Here are a few examples.

Local or global becomes… I really want to see the sea eagle when I go to my favourite beach and have no trouble with it being on the list of threatened species. Only this species is distributed widely from Mumbai to Melbourne and is often locally common and the IUCN list it under the ‘least concern’ category.

Aliens becomes… We really should remove willows from creeks across the Australian countryside as they are a nasty invasive alien species. Only when they are removed and not replaced habitat and water quality declines and erosion can accelerate to the point where multiple values are degraded.

Mammals obviously… If the koala goes then it’s just not the same to have its food trees around the place. Plus if you keep the koala you also keep the trees and the umbrella works to protect more than just the animal.

Useless species… No species is completely useless because they all have existence value and a moral right to be, except in the minds of those people who believe that human beings are the apex of evolution and the moral right to lord over nature.

Services take precedence… Given there are so many people and with people coming first it is impossible not to value services over natural diversity. Unless we can use species somehow, directly or indirectly, there is no point in keeping them in a crowded world where every single patch of land and water has to do something for mankind. After all what is nature if it is not in the service of humanity. Only without nature there would be no humanity.

Questions of value

There is contention everywhere because whilst the questions appear scientific, the answers are all about values. Even in a room full of experts loaded opinions flash from every corner with no obvious way to separate them or decide which has the most to offer.

I doubt that conservationists have any idea about how to tackle this value conundrum any more than the average Joe. My experience is that they jump onto values and run with them without even realising there was any uncertainty in them. They also seem intent on the dichotomy as the wrong that only their opinion puts right.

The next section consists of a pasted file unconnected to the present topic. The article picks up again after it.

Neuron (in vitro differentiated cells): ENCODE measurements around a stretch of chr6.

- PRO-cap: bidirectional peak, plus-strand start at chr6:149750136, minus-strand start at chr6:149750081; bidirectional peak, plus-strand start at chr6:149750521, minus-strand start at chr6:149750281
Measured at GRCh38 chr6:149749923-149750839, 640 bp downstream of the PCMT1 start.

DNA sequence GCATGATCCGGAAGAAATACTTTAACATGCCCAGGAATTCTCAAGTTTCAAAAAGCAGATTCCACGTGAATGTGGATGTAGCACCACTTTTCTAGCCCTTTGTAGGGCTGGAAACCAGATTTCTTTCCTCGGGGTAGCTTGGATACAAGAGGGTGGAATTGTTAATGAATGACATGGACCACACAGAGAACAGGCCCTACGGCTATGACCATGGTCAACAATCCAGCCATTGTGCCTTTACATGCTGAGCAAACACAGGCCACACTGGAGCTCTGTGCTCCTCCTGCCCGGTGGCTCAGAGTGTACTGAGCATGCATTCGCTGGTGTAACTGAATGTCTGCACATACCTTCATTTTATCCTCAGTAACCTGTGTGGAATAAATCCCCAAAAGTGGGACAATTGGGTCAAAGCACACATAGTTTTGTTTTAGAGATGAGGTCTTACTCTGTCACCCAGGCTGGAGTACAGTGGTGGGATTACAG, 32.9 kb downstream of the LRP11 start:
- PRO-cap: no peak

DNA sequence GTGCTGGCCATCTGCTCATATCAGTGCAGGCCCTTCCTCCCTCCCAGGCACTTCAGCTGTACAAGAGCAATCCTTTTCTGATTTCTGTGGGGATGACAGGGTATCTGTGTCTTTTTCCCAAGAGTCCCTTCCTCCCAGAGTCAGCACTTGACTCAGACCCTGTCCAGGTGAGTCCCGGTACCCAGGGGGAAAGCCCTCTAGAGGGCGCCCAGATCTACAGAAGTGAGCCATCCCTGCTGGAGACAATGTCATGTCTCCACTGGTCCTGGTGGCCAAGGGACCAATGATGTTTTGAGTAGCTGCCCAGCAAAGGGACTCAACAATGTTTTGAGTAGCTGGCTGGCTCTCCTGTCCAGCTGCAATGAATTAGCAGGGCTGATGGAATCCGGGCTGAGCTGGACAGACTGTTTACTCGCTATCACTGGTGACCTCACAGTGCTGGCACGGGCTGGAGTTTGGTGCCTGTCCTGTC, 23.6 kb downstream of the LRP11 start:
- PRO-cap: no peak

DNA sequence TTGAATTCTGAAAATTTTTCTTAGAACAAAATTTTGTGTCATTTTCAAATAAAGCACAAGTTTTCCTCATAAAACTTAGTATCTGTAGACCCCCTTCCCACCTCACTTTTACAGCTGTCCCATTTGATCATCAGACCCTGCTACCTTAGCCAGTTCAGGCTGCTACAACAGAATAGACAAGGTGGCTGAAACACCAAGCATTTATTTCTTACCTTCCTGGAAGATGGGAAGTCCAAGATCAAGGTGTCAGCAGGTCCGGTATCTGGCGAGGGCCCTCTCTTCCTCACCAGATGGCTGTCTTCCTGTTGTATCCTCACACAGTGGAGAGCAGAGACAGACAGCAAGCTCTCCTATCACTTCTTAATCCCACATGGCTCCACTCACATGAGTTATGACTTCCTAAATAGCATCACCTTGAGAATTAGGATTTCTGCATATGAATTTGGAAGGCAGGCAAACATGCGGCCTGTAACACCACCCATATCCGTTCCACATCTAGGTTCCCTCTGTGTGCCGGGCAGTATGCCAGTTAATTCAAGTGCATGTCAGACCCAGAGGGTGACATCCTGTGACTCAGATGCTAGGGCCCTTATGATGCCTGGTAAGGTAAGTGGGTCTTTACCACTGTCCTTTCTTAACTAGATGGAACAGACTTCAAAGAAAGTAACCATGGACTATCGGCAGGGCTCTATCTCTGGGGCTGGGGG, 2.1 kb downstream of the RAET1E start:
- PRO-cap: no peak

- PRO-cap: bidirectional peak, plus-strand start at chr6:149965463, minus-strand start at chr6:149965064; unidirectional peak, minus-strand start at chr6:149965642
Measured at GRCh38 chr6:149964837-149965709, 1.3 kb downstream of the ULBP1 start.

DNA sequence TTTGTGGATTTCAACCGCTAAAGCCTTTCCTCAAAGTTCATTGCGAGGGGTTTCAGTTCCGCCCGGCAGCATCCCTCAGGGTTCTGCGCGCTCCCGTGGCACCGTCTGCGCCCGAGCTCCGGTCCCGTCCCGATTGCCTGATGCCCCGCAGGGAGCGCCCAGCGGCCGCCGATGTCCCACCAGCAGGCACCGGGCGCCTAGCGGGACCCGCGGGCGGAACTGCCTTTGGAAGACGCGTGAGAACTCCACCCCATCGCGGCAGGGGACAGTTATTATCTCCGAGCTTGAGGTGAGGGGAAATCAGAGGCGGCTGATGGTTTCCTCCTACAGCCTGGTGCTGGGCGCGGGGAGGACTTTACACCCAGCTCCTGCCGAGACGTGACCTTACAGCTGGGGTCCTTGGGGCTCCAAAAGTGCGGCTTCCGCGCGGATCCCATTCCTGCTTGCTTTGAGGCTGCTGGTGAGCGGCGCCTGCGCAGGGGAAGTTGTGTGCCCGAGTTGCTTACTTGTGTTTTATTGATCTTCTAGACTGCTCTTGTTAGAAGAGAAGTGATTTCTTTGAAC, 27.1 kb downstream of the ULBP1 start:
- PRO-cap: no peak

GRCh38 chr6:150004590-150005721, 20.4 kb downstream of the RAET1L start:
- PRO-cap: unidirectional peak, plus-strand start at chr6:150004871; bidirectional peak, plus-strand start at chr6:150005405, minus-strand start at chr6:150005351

Inevitably they will be up against those who see nature as a resource for humans to exploit, the gift that was given to mankind that no other creature ever has or will possess.

Context will favour one or other view as more logical or moral, consequently, as Maris & Bechet (2010) conclude “there is no one answer to any of these questions”. In other words each question has an uncertain answer.

Recognition of uncertainty would be a major advance but I doubt that holders of strong opinions, especially when claimed as the moral high ground, easily conceded their answers in a values argument.

Perhaps the best we can hope for in values debates is some objectivity.

This begins with recognition of all answers to the various questions and of the plurality of values. Objectivity would also recognise that if we land on one or other side, then the other side has compromised, often massively. Same for plurality. If you want to keep koalas, then the objective arguments says that this cannot happen everywhere, choices must be made on where effort is put to keep them alive. In other words morals are compromised to let some of them go.

Objective answers should let everyone one win, some of the time, in some places.